In your view, what is special about taking part in an EU-project?
Almost all EU projects are cooperation projects in which the HZG works together with other institutes in Europe or beyond. We thus use our expertise to answer questions posed within an international context. In most cases this is very fruitful for all participants as they become familiar with new techniques and, of course, with new partners with whom they can carry out further projects, either bilaterally or within a consortium.
Because all proposals for EU projects are intensively evaluated by international experts, we consider EU-funded projects as an international seal of approval for HZG’s expertise. Then of course there is also the cultural and – if you will – interpersonal enrichment when our scientists move into Europe’s international arena and beyond. I have always felt personally enriched in many respects when working on EU projects and with other international consortia.
How much time should the participants budget?
That’s difficult to answer with a single number. It is necessary to ascertain whether you will take on role of coordinator or of one of the partners. Generally, we’re talking about consortia consisting of ten to fifteen partners. The HZG, however, coordinates one project with twenty-nine institutions and we participate in projects with up to fifty partners.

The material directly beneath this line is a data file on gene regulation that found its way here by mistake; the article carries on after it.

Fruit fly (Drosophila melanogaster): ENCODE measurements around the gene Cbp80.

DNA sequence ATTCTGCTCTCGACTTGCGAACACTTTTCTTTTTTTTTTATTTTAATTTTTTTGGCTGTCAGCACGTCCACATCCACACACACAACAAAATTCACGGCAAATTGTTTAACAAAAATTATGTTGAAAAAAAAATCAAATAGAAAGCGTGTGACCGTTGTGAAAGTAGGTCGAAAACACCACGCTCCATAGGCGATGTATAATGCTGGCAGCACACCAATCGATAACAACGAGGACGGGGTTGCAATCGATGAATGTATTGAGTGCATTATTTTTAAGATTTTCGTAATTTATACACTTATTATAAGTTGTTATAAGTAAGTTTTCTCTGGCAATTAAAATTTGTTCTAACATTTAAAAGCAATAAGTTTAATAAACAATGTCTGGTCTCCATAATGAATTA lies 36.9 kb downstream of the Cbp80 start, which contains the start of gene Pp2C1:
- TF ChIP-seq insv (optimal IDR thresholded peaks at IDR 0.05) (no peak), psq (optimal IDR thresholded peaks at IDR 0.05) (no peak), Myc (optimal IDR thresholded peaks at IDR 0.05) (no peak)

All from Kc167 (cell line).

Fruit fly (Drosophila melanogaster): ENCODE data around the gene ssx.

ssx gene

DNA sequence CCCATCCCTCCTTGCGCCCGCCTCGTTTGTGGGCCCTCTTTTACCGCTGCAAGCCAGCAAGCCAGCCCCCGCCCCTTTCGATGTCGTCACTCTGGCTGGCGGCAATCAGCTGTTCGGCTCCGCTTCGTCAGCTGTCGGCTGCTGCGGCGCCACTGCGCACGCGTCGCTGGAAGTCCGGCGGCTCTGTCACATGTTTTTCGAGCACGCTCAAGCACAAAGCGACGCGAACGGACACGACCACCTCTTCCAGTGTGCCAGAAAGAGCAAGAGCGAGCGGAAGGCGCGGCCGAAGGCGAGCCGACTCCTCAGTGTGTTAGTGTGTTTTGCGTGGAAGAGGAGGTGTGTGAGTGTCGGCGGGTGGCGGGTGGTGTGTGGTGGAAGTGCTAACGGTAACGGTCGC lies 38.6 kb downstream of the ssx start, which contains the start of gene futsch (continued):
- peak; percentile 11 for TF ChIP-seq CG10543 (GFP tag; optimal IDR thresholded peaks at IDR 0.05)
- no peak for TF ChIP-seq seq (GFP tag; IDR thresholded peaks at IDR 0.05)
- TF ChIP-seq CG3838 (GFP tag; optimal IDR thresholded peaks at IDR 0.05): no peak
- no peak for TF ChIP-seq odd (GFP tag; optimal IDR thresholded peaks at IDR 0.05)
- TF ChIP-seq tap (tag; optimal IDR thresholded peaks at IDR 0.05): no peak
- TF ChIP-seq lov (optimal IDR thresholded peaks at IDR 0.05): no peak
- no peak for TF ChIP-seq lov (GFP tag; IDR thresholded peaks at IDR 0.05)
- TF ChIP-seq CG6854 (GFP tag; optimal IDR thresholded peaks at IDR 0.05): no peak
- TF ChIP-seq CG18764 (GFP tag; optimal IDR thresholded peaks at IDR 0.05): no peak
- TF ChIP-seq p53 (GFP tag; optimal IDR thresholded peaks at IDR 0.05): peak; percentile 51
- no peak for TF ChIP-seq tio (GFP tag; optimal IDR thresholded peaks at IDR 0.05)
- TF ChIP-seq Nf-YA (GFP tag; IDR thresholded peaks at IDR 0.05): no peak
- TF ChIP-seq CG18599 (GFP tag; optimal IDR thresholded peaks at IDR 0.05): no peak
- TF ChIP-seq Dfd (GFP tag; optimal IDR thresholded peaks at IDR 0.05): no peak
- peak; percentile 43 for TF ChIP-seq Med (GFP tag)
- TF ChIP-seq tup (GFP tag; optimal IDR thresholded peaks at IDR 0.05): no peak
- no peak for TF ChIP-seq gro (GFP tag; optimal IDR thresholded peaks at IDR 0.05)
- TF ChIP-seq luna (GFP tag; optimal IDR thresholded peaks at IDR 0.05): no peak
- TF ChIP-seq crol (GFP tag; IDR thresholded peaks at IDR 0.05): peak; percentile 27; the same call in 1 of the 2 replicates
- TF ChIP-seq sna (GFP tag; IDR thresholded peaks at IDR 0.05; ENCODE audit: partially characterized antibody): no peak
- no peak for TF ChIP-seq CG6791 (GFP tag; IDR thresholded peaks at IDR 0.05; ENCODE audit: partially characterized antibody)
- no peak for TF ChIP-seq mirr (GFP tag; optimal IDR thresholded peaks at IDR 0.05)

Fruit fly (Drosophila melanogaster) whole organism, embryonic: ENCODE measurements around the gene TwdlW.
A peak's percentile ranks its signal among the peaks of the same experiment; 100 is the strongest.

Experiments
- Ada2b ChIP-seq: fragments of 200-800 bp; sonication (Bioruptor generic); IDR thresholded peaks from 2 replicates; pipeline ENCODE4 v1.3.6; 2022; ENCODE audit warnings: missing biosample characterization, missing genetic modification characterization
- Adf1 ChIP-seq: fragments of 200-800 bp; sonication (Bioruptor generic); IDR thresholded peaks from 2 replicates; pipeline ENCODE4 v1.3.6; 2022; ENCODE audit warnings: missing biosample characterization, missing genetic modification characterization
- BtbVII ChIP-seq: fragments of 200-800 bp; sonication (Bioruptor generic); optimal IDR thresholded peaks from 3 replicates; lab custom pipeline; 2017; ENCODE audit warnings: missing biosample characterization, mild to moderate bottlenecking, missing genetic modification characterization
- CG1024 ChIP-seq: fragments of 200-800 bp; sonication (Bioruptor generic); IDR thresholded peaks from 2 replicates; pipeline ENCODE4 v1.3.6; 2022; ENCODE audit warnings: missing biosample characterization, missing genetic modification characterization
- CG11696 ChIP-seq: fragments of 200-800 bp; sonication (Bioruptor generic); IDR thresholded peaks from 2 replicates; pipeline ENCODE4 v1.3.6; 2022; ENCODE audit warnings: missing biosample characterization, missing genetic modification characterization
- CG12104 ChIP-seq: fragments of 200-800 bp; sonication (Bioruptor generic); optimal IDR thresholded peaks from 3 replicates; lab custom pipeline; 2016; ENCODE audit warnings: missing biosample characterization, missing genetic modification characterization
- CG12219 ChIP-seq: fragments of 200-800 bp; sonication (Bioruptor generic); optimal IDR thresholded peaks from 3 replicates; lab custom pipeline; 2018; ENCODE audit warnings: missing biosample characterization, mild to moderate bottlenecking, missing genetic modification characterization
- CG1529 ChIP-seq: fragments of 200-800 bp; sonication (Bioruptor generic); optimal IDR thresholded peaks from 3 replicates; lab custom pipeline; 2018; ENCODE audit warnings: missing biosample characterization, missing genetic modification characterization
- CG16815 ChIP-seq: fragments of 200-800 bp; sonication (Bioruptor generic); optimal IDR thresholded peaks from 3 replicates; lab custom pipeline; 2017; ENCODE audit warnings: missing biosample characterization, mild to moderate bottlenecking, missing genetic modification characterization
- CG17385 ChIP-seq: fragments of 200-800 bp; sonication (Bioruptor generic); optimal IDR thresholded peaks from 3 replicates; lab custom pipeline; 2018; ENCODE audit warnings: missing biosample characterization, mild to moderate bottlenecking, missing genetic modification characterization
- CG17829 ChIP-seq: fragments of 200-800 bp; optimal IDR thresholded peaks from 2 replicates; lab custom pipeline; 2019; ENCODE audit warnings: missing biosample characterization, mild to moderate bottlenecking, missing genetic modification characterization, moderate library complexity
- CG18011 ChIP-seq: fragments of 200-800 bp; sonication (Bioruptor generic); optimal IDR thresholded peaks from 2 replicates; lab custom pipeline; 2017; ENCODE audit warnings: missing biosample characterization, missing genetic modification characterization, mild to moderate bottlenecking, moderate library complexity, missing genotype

Getting the entire consortium into place is very time-consuming. They say the coordinating institute can invest roughly up to several months of staff hours for preparing the proposal alone. As a project partner, the workload for preparing the proposal is generally between a few hours to a few work days. In the latter case it is then essentially about describing the respective work package and coming to an agreement with the coordinator. In a number of cases, however, the workload can be considerably higher.
What is your assessment of the competition for EU Projects?
The competition is extremely fierce. The average EU-wide success rate for the FRP 7 was roughly fifteen percent. That means that from one hundred submitted proposals, only around fifteen were successful and funded. There is only a ten percent success rate for particular EU programs. The HZG’s success rate is about thirty percent in the FRP 7, above the European average; I get the impression that the HZG is actually quite happy with that result.
Horizon 2020 is the new EU program that will replace the FRP. How do you plan to attract the scientists’ interest in Horizon 2020?
I gave special presentations at the various HZG institutes. In addition, I have invited the Helmholtz Office in Brüssel and external consultants, who are well-informed on the EU application process, for informational events. I have intentionally increased the number of informational emails in the second half of 2013 and during the beginning of this year.
But the same idea applies here: I don’t want to flood the scientists with information or even scare them away. Some things, especially administrative matters, I only explain in detailed individual conversations during the proposal preparation phase. At the start of May, HZG had submitted roughly twenty-five proposals to Horizon 2020, which I consider strong participation. We’ll see if we can follow up with the success of FRP 7.
This interview was conducted by Vanessa Barth